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Black Hole of Calcutta

The Black Hole of Calcutta was a 20 foot square chamber in Fort William, Calcutta which held overnight 146 British subjects by Surajah Dowlah[?], the Nawab of Bengal, June 20, 1756. Only 23 survived.

On the capture of Calcutta by Dowlah, the English garrison, consisting of 146 men, under the command of John Zephaniah Holwell, were locked up for the night in the common dungeon of the fortress. The dungeon was a strongly barred room and was not intended for the confinement of more than two or three men at a time.

There were only two windows, and a projecting veranda outside and thick iron bars within impeded the ventilation, while fires raging in different parts of the fort gave the atmosphere further oppressiveness. The prisoners were packed so tightly that the door was difficult to close.

One of the soldiers stationed in the veranda was offered 1,000 rupees to have them removed to a larger room. He went away, but returned saying it was impossible. The bribe was then doubled, and he made a second attempt with a like result; the nabob was asleep, and no one dared wake him.

By nine o'clock several had died. and many more were delirious. A frantic cry for water now became general, and one of the guards, more compassionate than his fellows, caused some to be brought to the bars, where Mr. Holwell and two or three others received it in their hats, and passed it on to the men behind. In their impatience to secure it nearly all was spilt, and the little they drank seemed only to increase their thirst. Self-control was soon lost; those in remote parts of the room struggled to reach the window, and a fearful tumult ensued, in which the weakest were trampled or pressed to death. They raved, fought, prayed, blasphemed, and many then fell exhausted on the floor, where snffocation put an end to their torments.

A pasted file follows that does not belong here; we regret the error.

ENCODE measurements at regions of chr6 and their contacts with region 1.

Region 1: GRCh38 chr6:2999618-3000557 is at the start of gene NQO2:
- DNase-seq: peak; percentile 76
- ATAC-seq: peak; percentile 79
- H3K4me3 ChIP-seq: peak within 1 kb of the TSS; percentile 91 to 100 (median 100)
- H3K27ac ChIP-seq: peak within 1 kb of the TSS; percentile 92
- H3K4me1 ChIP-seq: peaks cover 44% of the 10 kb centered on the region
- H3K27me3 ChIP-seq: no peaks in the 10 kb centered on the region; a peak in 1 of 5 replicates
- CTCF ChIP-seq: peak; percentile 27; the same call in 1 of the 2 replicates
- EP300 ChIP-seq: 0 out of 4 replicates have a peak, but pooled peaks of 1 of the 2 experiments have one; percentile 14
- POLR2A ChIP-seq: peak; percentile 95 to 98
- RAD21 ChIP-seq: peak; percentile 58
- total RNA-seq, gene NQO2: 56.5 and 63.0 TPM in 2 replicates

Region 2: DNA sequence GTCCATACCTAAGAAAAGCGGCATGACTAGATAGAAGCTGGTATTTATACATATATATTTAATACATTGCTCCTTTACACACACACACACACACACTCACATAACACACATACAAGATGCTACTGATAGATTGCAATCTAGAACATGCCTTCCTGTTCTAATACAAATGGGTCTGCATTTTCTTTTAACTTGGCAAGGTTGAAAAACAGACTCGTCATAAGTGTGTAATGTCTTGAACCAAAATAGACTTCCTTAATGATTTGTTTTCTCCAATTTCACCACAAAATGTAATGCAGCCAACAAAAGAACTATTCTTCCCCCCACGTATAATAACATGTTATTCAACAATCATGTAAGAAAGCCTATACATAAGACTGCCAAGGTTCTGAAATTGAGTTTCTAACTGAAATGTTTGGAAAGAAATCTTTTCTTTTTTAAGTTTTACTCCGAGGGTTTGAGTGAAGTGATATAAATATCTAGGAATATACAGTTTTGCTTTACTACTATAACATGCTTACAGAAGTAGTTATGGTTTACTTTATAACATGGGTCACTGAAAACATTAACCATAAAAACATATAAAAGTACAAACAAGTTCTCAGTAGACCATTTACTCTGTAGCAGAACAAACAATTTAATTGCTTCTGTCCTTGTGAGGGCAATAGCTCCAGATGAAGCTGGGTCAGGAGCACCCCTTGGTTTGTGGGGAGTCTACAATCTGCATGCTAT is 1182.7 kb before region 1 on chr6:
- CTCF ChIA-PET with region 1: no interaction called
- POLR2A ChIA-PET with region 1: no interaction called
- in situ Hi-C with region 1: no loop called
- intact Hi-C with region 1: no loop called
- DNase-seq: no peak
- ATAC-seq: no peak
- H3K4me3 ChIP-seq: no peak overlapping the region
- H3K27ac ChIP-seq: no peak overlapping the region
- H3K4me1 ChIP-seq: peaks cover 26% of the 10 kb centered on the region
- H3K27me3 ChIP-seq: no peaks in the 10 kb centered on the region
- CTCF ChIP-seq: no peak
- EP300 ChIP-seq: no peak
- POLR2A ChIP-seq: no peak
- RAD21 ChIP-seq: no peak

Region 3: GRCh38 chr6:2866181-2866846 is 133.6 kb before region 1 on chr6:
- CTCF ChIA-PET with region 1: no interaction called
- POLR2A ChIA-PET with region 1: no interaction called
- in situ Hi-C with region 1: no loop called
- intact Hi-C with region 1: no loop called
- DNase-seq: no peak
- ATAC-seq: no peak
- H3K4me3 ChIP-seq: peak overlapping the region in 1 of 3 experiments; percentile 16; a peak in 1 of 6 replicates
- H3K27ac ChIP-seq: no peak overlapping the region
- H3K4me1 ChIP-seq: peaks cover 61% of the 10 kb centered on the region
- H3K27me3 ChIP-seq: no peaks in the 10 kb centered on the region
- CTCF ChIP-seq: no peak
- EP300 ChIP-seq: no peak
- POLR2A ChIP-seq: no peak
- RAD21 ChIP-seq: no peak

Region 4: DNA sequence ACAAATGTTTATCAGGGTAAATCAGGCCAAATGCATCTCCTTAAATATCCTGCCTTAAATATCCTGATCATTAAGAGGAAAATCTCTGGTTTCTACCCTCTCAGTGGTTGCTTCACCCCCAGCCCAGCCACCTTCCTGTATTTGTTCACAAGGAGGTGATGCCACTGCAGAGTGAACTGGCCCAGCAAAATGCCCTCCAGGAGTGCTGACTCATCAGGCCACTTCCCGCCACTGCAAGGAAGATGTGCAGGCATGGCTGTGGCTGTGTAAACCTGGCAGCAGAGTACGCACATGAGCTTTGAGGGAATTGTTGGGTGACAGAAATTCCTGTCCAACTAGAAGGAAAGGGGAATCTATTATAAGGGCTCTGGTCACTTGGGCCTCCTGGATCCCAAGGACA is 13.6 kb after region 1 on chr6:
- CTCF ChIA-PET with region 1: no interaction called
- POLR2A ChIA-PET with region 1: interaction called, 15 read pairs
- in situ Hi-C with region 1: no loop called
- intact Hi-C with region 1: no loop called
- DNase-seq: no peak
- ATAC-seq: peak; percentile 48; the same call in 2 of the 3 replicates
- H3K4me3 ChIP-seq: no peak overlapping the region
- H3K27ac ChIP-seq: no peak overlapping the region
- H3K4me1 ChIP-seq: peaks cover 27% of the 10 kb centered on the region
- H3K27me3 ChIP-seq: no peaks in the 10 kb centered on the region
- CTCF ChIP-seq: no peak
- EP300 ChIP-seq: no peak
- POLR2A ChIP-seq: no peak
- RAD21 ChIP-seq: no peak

About 11 o'clock the prisoners began to drop off fast. At length, at six in the morning, Surajah Dowlah awoke, and ordered the door to be opened. Of the 146 only 23, including Mr. Holwell (from whose narrative, published in the Annual Register[?] for 1758, this account is partly derived), remained alive, and they were either stupefied or raving. Fresh air soon revived them, and the commander was then taken before the nabob, who expressed no regret for what had occurred, and gave no other sign of sympathy than ordering the Englishman a chair and a glass of water. Notwithstanding this indifference, Mr. Holwell and some others acquit him of any intention of causing the catastrophe, and ascribe it to the malice of certain inferior officers, but many think this opinion unfounded.

Holwell and three others were sent as prisoners to Muxadavad[?]; the rest of the survivors obtained their liberty, and the dead bodies were thrown into a ditch. The Black Hole is now used as a warehouse, and an obelisk, 50 feet high, was erected in memory of the victims. --- Adapted from The Americana



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